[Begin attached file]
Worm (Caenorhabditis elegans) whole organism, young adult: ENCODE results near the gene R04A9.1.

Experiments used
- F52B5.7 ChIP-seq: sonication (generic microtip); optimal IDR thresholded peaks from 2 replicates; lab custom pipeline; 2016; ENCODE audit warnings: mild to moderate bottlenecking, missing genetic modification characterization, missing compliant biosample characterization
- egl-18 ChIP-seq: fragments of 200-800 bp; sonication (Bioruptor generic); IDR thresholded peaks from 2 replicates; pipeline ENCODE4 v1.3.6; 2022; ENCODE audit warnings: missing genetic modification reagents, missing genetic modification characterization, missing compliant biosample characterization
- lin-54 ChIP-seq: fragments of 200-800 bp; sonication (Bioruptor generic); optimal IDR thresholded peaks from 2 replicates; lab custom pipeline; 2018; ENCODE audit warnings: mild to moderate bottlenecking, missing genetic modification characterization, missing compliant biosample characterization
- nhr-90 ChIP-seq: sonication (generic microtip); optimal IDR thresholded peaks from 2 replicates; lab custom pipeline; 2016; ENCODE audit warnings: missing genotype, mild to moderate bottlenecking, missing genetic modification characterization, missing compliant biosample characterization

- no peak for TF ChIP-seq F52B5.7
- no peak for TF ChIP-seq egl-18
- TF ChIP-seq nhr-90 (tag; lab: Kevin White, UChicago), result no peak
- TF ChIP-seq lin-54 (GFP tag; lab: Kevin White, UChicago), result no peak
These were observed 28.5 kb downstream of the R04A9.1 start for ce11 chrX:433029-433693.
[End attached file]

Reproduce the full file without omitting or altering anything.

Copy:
Worm (Caenorhabditis elegans) whole organism, young adult: ENCODE results near the gene R04A9.1.

Experiments used
- F52B5.7 ChIP-seq: sonication (generic microtip); optimal IDR thresholded peaks from 2 replicates; lab custom pipeline; 2016; ENCODE audit warnings: mild to moderate bottlenecking, missing genetic modification characterization, missing compliant biosample characterization
- egl-18 ChIP-seq: fragments of 200-800 bp; sonication (Bioruptor generic); IDR thresholded peaks from 2 replicates; pipeline ENCODE4 v1.3.6; 2022; ENCODE audit warnings: missing genetic modification reagents, missing genetic modification characterization, missing compliant biosample characterization
- lin-54 ChIP-seq: fragments of 200-800 bp; sonication (Bioruptor generic); optimal IDR thresholded peaks from 2 replicates; lab custom pipeline; 2018; ENCODE audit warnings: mild to moderate bottlenecking, missing genetic modification characterization, missing compliant biosample characterization
- nhr-90 ChIP-seq: sonication (generic microtip); optimal IDR thresholded peaks from 2 replicates; lab custom pipeline; 2016; ENCODE audit warnings: missing genotype, mild to moderate bottlenecking, missing genetic modification characterization, missing compliant biosample characterization

- no peak for TF ChIP-seq F52B5.7
- no peak for TF ChIP-seq egl-18
- TF ChIP-seq nhr-90 (tag; lab: Kevin White, UChicago), result no peak
- TF ChIP-seq lin-54 (GFP tag; lab: Kevin White, UChicago), result no peak
These were observed 28.5 kb downstream of the R04A9.1 start for ce11 chrX:433029-433693.